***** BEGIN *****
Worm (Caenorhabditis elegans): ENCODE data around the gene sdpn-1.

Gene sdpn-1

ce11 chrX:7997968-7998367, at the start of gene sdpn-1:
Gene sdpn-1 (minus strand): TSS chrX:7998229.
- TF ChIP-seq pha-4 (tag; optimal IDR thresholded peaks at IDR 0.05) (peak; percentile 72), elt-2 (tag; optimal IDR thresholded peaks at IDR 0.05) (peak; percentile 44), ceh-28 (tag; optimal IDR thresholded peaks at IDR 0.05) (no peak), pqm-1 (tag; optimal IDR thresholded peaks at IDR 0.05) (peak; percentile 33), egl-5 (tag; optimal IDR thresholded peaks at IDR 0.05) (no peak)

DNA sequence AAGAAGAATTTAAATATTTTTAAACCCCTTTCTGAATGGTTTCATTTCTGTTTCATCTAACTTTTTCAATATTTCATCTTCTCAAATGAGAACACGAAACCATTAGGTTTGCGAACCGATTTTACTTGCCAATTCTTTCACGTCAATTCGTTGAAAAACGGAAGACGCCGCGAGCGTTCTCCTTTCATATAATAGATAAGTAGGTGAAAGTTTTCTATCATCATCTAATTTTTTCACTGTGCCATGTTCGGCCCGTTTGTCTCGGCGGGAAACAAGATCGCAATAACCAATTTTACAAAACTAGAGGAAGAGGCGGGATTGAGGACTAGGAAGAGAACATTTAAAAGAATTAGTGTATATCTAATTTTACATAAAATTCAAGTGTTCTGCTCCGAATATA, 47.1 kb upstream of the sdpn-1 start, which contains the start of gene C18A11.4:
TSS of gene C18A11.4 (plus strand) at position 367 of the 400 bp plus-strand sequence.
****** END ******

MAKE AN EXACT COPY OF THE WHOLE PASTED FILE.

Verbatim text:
Worm (Caenorhabditis elegans): ENCODE data around the gene sdpn-1.

Gene sdpn-1

ce11 chrX:7997968-7998367, at the start of gene sdpn-1:
Gene sdpn-1 (minus strand): TSS chrX:7998229.
- TF ChIP-seq pha-4 (tag; optimal IDR thresholded peaks at IDR 0.05) (peak; percentile 72), elt-2 (tag; optimal IDR thresholded peaks at IDR 0.05) (peak; percentile 44), ceh-28 (tag; optimal IDR thresholded peaks at IDR 0.05) (no peak), pqm-1 (tag; optimal IDR thresholded peaks at IDR 0.05) (peak; percentile 33), egl-5 (tag; optimal IDR thresholded peaks at IDR 0.05) (no peak)

DNA sequence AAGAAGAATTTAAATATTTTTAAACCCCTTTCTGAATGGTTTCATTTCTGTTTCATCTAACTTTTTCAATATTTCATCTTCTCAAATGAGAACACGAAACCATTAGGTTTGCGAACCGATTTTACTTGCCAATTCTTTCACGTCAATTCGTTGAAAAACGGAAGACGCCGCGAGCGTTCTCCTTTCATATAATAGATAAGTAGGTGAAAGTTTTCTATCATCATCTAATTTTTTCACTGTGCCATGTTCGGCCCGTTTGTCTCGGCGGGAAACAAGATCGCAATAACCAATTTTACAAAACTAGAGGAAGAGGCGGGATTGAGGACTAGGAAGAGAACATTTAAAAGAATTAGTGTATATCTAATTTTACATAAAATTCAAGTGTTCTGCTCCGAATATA, 47.1 kb upstream of the sdpn-1 start, which contains the start of gene C18A11.4:
TSS of gene C18A11.4 (plus strand) at position 367 of the 400 bp plus-strand sequence.